Preparation is so often the key to effectively accomplishing any task you set yourself. When writing a blog, for business or otherwise, thinking about who you are writing for is a major step towards producing something that not only speaks to your audience, but will be found by the search engines. So, continuing my tenuous analogy between working the room at networking events and working the vast expanse of the online world by networking through a blog – how can networking tips help you prepare your online content?
Who would you like to meet?
Or who would you like to read your writing. Just as you can plan who you would like to talk to at a networking event, you can plan your blog to appeal to the right people. That doesn’t mean finding a list of names and throwing yourself at them. It means finding out about your target audience, so you can connect in a meaningful way. What interests do they have in common with you? What will they want to know from you? What will they want to know about you?
If you can’t find an answer to these questions, you won’t have anything worth saying. Get stuck at a networking event with nothing worth saying and you’ll blend into the crowd with disappointingly forgettable whimpers of insubstantial conversation. Those whimpers drown all the more quickly on the internet.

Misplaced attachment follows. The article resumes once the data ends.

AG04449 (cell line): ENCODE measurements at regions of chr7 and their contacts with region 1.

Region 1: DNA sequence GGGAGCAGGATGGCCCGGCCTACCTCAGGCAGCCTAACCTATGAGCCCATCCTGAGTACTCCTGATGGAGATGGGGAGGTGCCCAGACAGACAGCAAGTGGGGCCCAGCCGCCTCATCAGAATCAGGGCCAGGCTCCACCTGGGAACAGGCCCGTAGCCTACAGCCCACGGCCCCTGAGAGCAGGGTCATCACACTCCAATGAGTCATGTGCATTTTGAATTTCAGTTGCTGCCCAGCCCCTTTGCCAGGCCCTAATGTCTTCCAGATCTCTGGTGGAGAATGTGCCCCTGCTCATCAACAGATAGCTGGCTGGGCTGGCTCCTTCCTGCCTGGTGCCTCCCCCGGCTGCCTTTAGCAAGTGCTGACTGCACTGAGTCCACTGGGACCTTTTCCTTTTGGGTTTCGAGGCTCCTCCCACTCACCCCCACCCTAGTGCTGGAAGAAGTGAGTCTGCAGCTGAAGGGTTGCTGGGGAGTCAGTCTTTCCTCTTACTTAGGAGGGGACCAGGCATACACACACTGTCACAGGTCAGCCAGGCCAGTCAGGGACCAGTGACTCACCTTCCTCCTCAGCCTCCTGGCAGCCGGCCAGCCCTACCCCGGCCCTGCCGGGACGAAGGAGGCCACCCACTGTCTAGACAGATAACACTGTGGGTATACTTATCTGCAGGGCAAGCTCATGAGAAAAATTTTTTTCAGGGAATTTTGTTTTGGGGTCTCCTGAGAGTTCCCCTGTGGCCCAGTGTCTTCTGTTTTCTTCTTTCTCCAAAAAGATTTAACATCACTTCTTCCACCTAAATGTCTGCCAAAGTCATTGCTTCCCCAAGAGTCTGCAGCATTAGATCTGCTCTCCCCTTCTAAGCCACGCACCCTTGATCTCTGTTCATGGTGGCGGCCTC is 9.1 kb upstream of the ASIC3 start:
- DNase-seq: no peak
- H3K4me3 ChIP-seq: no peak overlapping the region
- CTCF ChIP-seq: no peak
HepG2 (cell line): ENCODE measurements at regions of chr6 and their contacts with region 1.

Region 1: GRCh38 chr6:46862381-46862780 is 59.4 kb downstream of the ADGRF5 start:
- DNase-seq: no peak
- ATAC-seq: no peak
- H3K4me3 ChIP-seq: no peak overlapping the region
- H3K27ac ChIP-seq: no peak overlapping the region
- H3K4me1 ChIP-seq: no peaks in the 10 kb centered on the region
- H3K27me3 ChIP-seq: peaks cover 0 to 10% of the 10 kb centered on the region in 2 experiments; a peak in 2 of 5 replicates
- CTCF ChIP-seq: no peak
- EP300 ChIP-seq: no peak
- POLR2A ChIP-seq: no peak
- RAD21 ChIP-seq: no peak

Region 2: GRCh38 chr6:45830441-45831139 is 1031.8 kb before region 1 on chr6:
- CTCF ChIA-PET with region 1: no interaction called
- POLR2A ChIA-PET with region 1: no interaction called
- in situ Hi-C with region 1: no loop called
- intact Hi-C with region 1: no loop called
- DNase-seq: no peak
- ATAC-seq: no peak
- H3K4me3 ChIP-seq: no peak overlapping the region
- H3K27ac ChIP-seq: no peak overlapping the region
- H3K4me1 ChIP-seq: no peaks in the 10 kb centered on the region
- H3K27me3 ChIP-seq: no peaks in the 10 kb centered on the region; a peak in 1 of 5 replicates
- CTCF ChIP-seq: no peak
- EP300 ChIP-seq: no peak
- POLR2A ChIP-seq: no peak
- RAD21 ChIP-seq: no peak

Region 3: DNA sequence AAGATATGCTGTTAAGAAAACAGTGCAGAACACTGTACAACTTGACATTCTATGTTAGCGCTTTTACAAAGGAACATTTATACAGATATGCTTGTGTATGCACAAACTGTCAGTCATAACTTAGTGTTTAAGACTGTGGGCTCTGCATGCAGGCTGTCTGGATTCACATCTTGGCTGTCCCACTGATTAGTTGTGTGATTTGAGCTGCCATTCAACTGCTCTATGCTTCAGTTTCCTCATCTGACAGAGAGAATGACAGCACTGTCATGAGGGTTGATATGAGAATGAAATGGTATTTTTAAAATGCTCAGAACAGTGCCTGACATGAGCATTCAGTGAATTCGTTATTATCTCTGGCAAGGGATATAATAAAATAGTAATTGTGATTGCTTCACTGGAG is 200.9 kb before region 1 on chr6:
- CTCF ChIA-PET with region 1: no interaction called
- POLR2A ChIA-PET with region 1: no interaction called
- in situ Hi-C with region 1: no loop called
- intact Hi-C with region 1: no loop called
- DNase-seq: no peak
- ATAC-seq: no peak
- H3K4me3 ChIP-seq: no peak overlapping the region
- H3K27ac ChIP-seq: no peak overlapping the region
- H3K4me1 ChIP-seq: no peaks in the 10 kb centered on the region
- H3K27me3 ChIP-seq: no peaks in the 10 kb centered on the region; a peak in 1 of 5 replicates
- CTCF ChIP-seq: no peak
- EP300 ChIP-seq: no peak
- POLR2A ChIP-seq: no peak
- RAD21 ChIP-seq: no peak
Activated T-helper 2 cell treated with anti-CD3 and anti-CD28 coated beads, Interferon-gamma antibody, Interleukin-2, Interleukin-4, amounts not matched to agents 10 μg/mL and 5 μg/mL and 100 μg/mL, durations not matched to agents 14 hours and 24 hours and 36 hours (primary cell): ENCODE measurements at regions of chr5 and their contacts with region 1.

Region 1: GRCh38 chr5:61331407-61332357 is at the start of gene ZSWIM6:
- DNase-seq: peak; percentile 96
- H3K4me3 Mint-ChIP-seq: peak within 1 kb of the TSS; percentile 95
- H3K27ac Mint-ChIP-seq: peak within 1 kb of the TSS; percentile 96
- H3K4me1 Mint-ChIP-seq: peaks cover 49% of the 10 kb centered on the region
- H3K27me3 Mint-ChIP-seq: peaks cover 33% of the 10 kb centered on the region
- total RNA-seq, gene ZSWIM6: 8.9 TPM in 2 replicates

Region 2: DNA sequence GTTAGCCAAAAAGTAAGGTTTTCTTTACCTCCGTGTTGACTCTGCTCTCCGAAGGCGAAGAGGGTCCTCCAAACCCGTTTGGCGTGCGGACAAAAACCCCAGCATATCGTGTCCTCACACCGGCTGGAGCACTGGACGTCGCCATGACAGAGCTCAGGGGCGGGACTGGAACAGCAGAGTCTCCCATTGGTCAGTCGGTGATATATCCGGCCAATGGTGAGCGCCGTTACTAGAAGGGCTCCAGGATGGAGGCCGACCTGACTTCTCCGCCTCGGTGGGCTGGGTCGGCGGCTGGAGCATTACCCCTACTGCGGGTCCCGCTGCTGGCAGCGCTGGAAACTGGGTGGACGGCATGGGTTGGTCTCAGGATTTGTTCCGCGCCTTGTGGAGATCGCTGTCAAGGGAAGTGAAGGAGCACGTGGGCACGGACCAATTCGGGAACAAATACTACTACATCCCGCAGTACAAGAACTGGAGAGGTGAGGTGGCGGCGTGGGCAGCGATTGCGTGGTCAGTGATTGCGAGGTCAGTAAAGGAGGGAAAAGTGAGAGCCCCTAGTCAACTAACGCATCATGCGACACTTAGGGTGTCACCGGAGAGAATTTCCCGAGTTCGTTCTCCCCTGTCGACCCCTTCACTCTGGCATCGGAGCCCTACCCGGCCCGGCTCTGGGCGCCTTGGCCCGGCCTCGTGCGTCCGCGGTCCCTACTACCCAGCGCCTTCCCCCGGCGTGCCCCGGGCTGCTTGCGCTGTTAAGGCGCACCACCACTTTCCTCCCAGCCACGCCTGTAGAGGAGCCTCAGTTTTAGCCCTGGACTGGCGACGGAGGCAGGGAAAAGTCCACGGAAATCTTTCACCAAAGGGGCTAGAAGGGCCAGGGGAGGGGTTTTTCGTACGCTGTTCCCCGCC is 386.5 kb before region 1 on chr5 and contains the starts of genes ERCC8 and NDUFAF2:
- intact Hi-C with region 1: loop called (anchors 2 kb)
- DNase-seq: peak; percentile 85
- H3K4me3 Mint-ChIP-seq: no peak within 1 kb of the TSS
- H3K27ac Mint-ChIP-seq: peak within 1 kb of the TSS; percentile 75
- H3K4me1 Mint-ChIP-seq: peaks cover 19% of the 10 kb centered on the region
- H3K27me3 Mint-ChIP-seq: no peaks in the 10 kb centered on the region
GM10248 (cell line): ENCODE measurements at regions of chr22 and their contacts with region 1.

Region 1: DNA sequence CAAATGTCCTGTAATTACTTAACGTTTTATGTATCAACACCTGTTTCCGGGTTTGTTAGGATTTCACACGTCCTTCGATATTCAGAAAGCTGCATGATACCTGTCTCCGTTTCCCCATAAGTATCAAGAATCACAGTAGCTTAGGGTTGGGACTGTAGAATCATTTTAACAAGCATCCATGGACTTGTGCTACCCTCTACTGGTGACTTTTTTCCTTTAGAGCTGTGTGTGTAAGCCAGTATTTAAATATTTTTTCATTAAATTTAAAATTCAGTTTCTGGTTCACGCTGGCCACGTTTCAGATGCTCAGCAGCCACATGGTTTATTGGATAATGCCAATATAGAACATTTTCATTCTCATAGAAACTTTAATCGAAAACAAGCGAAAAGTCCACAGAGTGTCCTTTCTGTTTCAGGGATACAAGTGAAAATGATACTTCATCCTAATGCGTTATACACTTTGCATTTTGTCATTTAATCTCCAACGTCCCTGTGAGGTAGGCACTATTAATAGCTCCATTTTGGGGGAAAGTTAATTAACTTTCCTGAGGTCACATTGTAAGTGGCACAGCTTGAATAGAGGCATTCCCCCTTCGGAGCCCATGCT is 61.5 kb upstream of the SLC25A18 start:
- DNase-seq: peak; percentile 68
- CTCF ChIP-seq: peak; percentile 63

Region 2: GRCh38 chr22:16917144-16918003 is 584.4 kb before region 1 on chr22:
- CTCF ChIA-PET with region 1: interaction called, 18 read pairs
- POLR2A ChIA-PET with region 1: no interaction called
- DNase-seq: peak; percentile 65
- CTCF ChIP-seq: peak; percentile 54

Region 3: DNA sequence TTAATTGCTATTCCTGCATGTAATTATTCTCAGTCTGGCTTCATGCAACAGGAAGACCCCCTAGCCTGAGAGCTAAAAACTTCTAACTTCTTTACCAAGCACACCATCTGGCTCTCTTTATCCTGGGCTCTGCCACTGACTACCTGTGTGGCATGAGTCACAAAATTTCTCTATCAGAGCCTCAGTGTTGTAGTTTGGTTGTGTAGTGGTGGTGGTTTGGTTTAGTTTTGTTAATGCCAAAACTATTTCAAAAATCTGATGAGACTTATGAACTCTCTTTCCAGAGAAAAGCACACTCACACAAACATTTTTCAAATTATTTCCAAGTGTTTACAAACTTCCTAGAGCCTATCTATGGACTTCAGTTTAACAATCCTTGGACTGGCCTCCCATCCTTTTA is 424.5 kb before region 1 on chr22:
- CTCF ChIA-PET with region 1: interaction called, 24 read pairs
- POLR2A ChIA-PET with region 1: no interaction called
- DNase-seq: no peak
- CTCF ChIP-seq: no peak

What’s your message?
It’s sensible to prepare a short introduction to yourself or your idea when you want to convince someone you’ve just met that you know what you’re doing. You don’t have to rehearse a little speech word for word, but you should have a good idea of exactly who you are and what you do. Uncertainty is a serious turn off in the world of business.
Online content is no different. The best way to make sure what you’re saying is bold and clear is to know what you want to say in advance, and to have practised saying it beforehand. Don’t spew early drafts onto the internet, take your time with what you want to say. Think about your message. Be clear in your own mind about what you want to tell people, long before you tell it to them.
How will people respond?
This doesn’t just apply to the content you’re uploading. Think about the responses you will receive, too. How will people respond to what you say? What other information will they want? What questions might they ask? Or, in the end, how will they follow up your conversation? If you think about all these questions in advance, you can provide appropriate responses. Or, better yet, you can clarify your position by volunteering the information before they have to ask.
When you have an idea of what you’re going to say, who you’re going to say it to and how they might respond, you can walk into a room more confidently and explode into action.